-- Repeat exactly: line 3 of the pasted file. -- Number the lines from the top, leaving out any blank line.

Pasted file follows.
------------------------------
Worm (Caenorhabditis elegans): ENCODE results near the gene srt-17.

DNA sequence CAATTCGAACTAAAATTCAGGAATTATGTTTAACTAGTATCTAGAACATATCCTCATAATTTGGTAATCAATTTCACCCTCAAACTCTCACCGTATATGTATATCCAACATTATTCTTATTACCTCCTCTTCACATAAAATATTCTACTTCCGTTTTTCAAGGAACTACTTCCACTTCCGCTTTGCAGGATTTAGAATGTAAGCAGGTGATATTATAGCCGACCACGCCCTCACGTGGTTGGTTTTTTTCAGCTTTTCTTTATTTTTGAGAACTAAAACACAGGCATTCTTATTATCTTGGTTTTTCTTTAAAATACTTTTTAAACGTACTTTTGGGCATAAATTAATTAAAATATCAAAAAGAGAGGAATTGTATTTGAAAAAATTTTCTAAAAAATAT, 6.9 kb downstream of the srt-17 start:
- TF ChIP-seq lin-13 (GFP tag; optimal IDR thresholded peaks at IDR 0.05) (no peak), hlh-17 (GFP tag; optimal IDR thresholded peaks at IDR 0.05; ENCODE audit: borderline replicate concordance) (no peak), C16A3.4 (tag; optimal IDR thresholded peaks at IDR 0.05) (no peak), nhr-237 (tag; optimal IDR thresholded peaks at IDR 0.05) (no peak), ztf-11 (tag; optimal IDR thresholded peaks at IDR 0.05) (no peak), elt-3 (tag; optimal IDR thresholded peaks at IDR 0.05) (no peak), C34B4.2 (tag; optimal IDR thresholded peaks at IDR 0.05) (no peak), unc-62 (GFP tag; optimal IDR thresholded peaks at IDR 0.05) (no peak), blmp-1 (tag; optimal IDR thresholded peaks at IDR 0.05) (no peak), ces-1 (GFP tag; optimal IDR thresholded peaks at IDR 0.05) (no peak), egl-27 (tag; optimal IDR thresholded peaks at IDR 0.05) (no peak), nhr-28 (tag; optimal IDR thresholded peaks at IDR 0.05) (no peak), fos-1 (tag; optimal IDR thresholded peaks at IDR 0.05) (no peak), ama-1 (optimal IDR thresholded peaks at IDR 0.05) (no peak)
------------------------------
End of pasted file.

- TF ChIP-seq lin-13 (GFP tag; optimal IDR thresholded peaks at IDR 0.05) (no peak), hlh-17 (GFP tag; optimal IDR thresholded peaks at IDR 0.05; ENCODE audit: borderline replicate concordance) (no peak), C16A3.4 (tag; optimal IDR thresholded peaks at IDR 0.05) (no peak), nhr-237 (tag; optimal IDR thresholded peaks at IDR 0.05) (no peak), ztf-11 (tag; optimal IDR thresholded peaks at IDR 0.05) (no peak), elt-3 (tag; optimal IDR thresholded peaks at IDR 0.05) (no peak), C34B4.2 (tag; optimal IDR thresholded peaks at IDR 0.05) (no peak), unc-62 (GFP tag; optimal IDR thresholded peaks at IDR 0.05) (no peak), blmp-1 (tag; optimal IDR thresholded peaks at IDR 0.05) (no peak), ces-1 (GFP tag; optimal IDR thresholded peaks at IDR 0.05) (no peak), egl-27 (tag; optimal IDR thresholded peaks at IDR 0.05) (no peak), nhr-28 (tag; optimal IDR thresholded peaks at IDR 0.05) (no peak), fos-1 (tag; optimal IDR thresholded peaks at IDR 0.05) (no peak), ama-1 (optimal IDR thresholded peaks at IDR 0.05) (no peak)